# Are all computational complexity results oracle results?

When talking about the complexity of a given operation, say multiplication of numbers, one usually counts the number of "elementary operations" that are required.

For example, a common argument says that multiplying two $n$-digit numbers with the schoolbook standard method takes $O(n^2)$ operations, while more sophisticated techniques give complexities closer to $O(n)$.

In these examples, what is counted is the number of single-digit operations, but then the complexity of those operations themselves is not taken into account. Isn't this then essentially an oracular result, in the sense that it tells us the number of operations we have to perform, provided we have a magical box solving single-digit operations?

The issue you are highlighting is that of computation model, which is how we measure the resource consumption of an algorithm. The computation model specifies how to assign time complexity, space complexity, and so on to a given program (whose syntax it also specifies). There are three popular computation models:

• Turing machines, of various sorts.
• Boolean circuits.
• RAM machines, of various variants.

A variant of the RAM machine can be specified in terms of the allowable basic operations, which is the issue that you encountered. For Boolean circuits, the analog is the set of allowable gates, and for Turing machines there seems to be no such analog.

In contrast, here is an actual example of how oracles are used in theoretical computer science.

A submodular function is a set function $f\colon 2^U \to \mathbb{R}$ (i.e., a function that accepts a subset of $U$ as input, and returns a real output) that satisfies a technical constraint known as submodularity.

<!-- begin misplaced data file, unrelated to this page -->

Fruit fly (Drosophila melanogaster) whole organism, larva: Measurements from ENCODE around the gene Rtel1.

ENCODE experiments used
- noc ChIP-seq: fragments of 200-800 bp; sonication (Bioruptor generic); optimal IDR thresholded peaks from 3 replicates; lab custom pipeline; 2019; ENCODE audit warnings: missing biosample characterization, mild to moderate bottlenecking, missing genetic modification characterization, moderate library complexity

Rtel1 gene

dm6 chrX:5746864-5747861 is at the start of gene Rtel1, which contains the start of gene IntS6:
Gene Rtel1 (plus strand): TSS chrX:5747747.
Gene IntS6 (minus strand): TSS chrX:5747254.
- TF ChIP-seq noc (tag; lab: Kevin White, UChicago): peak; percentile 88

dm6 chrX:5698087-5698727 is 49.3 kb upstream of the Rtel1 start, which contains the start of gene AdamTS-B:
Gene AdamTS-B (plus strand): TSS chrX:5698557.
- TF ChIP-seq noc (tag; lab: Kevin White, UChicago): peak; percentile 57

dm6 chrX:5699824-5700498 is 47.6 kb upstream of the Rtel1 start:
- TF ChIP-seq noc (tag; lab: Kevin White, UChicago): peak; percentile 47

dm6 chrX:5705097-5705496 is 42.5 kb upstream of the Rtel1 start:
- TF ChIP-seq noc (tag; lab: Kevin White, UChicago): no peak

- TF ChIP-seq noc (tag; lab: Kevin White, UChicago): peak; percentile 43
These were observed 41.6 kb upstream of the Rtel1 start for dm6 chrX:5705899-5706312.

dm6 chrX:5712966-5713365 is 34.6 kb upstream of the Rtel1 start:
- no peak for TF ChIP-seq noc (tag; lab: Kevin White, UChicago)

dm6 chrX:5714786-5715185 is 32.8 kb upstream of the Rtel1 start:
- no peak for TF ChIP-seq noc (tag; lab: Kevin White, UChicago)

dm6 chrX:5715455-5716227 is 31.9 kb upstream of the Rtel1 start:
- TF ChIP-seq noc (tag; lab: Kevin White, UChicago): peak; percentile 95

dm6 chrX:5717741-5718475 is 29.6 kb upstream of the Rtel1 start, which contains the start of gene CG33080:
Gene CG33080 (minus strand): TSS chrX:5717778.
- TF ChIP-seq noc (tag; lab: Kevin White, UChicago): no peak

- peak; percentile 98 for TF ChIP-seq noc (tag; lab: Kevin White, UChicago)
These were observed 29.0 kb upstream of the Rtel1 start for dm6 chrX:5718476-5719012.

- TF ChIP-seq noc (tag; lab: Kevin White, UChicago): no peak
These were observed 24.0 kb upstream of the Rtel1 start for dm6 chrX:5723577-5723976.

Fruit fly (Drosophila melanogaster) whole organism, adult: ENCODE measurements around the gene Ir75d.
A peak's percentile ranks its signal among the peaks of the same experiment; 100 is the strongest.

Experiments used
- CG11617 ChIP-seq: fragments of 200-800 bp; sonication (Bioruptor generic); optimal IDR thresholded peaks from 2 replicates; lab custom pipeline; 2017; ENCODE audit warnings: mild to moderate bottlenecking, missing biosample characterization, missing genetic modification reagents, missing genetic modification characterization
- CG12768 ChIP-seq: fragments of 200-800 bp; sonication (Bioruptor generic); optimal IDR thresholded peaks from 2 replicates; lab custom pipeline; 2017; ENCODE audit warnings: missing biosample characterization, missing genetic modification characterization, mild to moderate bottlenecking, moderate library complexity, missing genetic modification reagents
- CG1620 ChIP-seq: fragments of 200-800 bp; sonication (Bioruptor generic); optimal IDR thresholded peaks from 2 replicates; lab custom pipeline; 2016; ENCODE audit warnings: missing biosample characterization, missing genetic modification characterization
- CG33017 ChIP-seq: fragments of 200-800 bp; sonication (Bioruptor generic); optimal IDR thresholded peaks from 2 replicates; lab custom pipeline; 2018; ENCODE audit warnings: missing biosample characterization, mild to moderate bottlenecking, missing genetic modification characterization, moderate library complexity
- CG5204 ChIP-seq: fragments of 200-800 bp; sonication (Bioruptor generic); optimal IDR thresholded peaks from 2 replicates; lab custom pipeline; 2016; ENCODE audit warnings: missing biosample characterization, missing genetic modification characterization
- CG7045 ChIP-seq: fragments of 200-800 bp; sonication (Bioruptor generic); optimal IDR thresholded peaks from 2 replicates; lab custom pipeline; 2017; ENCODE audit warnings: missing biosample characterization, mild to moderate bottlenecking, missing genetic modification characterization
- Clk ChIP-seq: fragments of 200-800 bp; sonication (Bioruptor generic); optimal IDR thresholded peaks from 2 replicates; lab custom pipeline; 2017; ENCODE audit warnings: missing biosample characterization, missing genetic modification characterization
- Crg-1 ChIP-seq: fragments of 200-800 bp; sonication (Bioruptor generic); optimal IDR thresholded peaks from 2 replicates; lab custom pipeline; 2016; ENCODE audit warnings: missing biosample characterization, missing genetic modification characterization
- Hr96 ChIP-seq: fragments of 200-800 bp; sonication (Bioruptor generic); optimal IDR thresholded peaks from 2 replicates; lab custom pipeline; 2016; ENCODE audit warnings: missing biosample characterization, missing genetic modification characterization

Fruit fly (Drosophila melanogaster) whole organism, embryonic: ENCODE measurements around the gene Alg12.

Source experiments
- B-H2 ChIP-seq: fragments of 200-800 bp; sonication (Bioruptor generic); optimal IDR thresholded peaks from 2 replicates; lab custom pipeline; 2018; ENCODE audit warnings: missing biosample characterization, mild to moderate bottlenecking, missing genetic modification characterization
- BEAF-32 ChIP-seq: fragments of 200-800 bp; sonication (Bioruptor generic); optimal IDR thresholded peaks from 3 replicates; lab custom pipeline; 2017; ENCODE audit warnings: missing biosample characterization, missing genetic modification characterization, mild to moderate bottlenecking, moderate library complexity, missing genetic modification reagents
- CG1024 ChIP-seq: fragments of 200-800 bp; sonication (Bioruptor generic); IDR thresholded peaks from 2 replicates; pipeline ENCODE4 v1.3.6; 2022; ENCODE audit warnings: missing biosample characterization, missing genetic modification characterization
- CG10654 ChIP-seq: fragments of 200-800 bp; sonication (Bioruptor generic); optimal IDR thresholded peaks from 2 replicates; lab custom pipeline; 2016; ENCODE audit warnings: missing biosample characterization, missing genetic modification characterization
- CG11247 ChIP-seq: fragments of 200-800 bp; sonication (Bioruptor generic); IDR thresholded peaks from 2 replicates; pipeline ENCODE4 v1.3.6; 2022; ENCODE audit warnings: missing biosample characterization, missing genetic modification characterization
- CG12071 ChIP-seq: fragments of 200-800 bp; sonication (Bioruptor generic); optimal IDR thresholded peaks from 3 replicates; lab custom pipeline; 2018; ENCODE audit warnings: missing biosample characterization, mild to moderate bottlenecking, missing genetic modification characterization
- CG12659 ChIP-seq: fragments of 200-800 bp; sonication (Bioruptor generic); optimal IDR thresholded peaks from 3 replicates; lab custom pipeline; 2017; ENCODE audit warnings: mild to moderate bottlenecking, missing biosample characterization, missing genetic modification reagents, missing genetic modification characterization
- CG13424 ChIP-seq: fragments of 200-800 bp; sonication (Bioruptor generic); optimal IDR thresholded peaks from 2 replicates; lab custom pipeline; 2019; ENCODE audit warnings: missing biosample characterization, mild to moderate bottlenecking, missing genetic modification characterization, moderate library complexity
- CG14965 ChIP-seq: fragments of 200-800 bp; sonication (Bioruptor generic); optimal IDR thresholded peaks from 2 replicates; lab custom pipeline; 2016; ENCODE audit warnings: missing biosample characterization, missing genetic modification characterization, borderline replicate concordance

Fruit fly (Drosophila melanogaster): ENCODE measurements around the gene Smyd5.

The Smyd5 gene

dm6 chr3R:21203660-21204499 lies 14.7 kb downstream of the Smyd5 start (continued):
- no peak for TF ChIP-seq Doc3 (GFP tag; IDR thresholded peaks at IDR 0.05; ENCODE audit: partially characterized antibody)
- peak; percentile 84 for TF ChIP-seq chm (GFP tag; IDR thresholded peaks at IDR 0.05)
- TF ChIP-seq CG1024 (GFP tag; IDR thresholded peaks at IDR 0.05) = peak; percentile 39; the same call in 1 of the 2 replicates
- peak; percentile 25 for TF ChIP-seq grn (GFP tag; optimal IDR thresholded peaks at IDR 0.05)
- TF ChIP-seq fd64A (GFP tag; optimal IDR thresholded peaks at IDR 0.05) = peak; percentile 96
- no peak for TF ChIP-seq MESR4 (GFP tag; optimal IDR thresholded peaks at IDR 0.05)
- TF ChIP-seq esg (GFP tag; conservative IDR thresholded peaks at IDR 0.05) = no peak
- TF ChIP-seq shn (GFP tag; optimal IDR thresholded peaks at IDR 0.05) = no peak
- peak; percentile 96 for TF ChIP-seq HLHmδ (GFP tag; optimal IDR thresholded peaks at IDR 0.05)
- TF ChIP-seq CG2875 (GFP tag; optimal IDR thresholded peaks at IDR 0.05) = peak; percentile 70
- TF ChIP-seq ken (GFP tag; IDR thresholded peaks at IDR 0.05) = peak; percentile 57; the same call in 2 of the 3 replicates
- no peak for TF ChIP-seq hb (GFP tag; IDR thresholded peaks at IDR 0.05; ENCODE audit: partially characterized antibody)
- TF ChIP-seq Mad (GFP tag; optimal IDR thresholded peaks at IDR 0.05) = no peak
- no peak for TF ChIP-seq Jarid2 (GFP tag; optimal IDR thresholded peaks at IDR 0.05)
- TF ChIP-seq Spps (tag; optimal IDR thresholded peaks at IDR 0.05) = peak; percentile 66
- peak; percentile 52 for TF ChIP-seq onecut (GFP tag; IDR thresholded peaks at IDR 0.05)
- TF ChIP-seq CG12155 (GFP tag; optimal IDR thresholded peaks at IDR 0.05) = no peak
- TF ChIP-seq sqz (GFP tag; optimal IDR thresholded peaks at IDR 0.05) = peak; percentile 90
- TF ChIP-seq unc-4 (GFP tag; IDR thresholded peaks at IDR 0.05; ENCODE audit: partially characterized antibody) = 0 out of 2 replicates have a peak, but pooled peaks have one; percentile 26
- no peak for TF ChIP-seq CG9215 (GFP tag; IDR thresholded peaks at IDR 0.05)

Submodular optimization is the field which studies how to optimize submodular functions relative to various constraints (including no constraints).

A typical problem is:

Given a submodular function, find its minimum.

How is the submodular function "given" to us? It could be given to us as a truth table (i.e., the value of $f(A)$ for any $A \subseteq U$), but this is not a realtistic assumption. Rather, there is often an efficient algorithm that computes $f$. In most cases we are interested in an algorithm which is oblivious to the exact algorithm used to compute $f$. In these cases, we are looking for an algorithm which has oracle access to $f$, that is, the function $f$ is provided as an input oracle.

(In other cases we would like to use the code for $f$. This happens usually when $f$ has a particular structure, for example if it is a coverage function. In cryptography we sometimes want to "open the black box" even when $f$ has no particular structure.)

No, this has nothing to do with oracles. We don't use a "magic box" for that; we use a small circuit. Usually our computers work with binary, so "single-digit" means "single-bit". And hopefully you can see how single-bit operations can be implemented with gates: for instance, multiplication of two single bits is just an AND gate, and so on. So there is no need for an oracle; we just implement those single-bit operations directly.

Oracles are something different.

• sure, but what I mean is: those operations themselves still have a time cost, which I guess sort of becomes the "unit of measurement" with which all other time costs are counted. Isn't this essentially what oracles are? Black boxes whose inner working we do not track when counting the total cost of an algorithm? – glS Jul 21 '18 at 18:04
• @glS, I understand why you might get that impression, but no, that's not what oracles are. Oracles are something different. If you're asking what is the unit of measure, the unit of measure for computational complexity depends on the model of computation, but it might be the number of gates in a circuit, or it might be the number of steps of a Turing machine, or the number of steps of an algorithm in a RAM model, etc. Informally, we often count the number of simple operations, without worrying too much about those formal models (but we can always refer to them if needed). – D.W. Jul 21 '18 at 19:35